I currently have a Campagnolo Bora Ultra WTO 45 wheelset (disc brake) with CULT bearings and I’m really enjoying it. It’s great for flat speed but it also spins well on climbs.
I am looking for a new wheelset that I can use specifically for hill-intensive rides (eg 200km with 2500m+ elevation). Of course I could keep using the campy but I think something lighter and shallower would help me more.
I’m 82kg for 178cm, and have a Pinarello
disc bike with Shimano Di2 Ultegra.
Options I am currently looking (in order of preference)
- Enve SES 3.4 (not the AR version, just the standard SES)
- Campy bora ultra WTO 33
- Zipp 353 NSW (newly released)
The campy wto 33 would be nice but I’d also like to change and try a new brand. What do you think between Enve and Zipp ? Not too sure about the Zipp NSW and Enve AR as it’d force me to use tubeless 28mm and I couldn’t even use Continental Gp 5000 TL tyres because of the hookless rims. Besides, I’ve been really enjoying using 25mm tyres on my Wto 45 that are optimised for that size. I have used both tubeless and clincher (with latex tubes) tyres with great success and feeling, so I wouldn’t want to buy a wheelset that ties me to using tubeless only , from 28mm upwards. I’d rather have to choice of shifting between 25 and 28 if I like to, and between tubes and tubeless… hence why the Enve SES seems a nice idea.
Are they good wheels? What about bearings and hubs? Are they good on the Enve sets?
Thanks for any inputs and feedback you can provide
I just went with the Bontrager RSL 37s. Absolutely love them! You can run butyl, latex or tubeless. I’m running tubeless 25/28 mullet setup with GP5000s.
at the very most you are saving 100 grams in total.
to put into context, that’s literally whether or not you carry with you an an extra gel or two (which you will definitely need for a 200 km ride).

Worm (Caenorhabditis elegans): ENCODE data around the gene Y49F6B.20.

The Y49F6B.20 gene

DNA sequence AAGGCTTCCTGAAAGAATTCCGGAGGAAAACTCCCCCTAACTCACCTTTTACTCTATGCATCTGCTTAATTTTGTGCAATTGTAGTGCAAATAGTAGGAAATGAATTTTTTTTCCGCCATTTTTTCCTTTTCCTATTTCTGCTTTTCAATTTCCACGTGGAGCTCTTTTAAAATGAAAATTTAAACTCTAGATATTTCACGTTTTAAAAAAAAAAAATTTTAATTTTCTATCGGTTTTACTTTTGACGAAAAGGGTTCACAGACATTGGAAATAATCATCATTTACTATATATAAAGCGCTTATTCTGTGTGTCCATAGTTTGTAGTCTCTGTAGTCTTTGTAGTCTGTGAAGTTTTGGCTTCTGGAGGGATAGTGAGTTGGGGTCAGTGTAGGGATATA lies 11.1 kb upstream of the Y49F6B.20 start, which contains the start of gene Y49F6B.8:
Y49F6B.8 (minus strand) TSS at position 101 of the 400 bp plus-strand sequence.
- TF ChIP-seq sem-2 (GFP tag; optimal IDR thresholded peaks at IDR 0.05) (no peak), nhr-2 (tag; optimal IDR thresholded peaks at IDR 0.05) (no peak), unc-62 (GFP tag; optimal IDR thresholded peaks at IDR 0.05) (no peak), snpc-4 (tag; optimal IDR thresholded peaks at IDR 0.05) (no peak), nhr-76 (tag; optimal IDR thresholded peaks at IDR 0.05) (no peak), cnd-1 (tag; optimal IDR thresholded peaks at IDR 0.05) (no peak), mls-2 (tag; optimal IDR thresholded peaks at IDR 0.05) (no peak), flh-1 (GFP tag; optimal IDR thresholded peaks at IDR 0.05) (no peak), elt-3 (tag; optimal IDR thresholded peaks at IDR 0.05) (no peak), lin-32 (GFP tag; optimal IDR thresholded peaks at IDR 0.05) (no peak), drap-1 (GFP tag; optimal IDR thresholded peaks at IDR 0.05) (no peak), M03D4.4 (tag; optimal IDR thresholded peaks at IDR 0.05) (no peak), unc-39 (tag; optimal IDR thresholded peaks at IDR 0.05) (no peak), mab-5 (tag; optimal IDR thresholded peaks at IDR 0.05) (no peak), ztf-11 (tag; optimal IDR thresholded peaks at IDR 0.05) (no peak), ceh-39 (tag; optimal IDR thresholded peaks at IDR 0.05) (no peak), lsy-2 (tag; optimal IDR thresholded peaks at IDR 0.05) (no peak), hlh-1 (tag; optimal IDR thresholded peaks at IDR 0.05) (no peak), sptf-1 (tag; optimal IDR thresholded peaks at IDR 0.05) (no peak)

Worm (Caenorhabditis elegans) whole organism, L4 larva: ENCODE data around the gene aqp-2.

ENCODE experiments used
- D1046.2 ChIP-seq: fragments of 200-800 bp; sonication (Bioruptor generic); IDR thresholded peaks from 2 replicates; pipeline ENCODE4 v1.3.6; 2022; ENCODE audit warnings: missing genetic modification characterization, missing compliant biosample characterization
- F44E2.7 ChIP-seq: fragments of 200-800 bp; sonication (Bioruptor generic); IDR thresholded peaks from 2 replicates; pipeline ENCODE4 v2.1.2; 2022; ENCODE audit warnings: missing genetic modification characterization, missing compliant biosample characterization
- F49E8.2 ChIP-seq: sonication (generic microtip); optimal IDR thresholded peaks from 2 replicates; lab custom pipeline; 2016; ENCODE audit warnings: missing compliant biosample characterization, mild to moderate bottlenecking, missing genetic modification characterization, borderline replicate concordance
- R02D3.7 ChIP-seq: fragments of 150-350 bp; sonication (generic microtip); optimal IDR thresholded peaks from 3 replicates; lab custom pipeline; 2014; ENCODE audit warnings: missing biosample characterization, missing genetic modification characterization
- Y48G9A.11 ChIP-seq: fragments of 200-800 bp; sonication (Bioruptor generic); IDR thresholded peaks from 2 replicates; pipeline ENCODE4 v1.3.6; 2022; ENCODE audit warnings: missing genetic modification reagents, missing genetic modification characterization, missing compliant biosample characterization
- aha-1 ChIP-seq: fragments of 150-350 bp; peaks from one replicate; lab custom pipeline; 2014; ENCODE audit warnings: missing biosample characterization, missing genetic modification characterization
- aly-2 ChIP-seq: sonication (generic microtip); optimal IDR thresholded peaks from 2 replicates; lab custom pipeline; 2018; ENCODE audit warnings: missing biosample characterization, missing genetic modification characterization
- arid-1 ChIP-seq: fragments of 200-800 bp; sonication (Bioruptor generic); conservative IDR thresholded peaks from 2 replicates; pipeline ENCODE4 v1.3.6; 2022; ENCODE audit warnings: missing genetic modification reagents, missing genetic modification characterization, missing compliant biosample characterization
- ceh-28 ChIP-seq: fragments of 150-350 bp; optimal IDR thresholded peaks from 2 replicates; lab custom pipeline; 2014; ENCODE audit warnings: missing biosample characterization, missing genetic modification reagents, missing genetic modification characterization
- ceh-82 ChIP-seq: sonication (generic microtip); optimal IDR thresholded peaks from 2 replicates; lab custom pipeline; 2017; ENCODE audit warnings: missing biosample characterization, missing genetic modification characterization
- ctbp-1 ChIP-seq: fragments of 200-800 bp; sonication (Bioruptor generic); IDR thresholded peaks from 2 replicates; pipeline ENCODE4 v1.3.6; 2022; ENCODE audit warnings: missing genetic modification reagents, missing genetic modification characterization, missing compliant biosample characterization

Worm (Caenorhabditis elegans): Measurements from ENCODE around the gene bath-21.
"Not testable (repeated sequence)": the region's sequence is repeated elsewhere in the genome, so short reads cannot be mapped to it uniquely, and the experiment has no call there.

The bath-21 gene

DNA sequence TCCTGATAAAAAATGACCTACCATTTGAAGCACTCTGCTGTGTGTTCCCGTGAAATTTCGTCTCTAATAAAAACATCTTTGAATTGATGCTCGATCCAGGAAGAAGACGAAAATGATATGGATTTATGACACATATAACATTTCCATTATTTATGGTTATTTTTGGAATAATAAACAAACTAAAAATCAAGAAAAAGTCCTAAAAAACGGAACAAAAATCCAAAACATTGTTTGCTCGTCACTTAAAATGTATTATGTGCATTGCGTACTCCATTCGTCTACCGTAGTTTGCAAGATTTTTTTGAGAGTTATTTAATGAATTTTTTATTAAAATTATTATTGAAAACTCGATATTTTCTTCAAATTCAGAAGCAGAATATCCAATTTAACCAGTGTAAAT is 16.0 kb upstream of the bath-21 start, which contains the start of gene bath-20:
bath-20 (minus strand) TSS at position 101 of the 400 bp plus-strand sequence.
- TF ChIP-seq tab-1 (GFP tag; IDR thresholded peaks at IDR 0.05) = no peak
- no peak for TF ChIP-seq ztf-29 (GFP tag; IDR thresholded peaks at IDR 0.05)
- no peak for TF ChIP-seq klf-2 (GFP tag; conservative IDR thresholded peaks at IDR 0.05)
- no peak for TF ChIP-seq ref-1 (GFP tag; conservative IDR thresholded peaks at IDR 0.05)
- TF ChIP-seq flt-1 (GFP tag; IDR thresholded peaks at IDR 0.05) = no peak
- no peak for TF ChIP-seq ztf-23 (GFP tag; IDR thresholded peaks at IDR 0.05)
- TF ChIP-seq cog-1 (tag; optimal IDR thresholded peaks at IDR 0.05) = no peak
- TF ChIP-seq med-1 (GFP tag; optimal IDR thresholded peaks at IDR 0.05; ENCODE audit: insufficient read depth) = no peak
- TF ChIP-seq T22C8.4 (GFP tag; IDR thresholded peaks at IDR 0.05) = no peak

or fill 100 ml less in your water bottles.
even if you do feel a “difference” in climbing with the other wheelsets most likely it’s a placebo effect.
the Campagnolo bora WTO 45 are a great set of wheel that can do everything.
Sorry to say, you don’t “need” another wheelset.
I don’t think that plan makes any sense: these wheels are very similar in depth to the other wheels you list. And a 100 g weight difference isn’t going to translate to better performance. And two of the wheelsets have identical (Zipp 353 NSW) or nigh identical (Enve SES 3.4) depth to the ones you currently own. I’d just stick with what you have.
The lore that shallower, lighter wheels will give you an advantage is IMHO not borne out by data, because the improved aerodynamics will even work at lower speeds and on the faster sections, you will be significantly faster — or more efficient. There is a reason why 45 mm deep wheels are the new default for modern road bikes (at least if budget is not a concern): they offer aerodynamic advantages, have good weight and are not too susceptible to wind. So your current wheelset fits that bill, and I assume they are great. (I have 45 mm deep wheels from 3T, and they are amazing.)
If you wanted to spend money on wheels, I’d get a wheelset that is appreciably different from what you have now, e. g. Enve’s SES 5.6 or even 7.8s. I know these are not “traditional climbing wheels”, but that is the point: in my mind you already own climbing wheels
I agree fully with the advice given above. The lightest well known disc wheels that I know of (there’s definitely someone I heard of who made one just to be lighter) are Roval Alpinists. Claimed weight of 1250g and your wheels have a claimed weight of 1520g. Is 270g really worth buying a new set of wheels just for really hilly races? Especially if you’re on a bike that’s not near 6.8kg then I think you’re taking the piss a little. And, not to be harsh but you are 82kg, you are not a light rider. 82kg+ 7kg(likely more) bike and another kg for kit. 270g/90,000g = 0.3% of system weight (without any potentialy 2x750ml bottles). How much do you think 0.3% of weight decrease will help, and how many other ways could you find 270g. Even not on the bike, like paying for a nutrionist or affording to buy more quality food.
I have a wheelset slightly shallower than yours but 30ish grams heavier, my plan is to find a solid ~65mm 2nd hand set. Ones I am hopeful for are also around the 1500g mark but the extra depth will help much more (and look better).
This is something I would reccomend for you too. At the end of the day 200km with 2500m climbing is not that intensively hilly, unless it is largely flat and finishes with a large
he difference between the ultegra and DA di2 would be cheaper and save you double the weight.
This is all ofcourse useless if you are a complete baller and want something to spend your money on, then in that case buy the alipinists, or if you don’t want specialized wheels then Corima and lightweights make some for ~1300g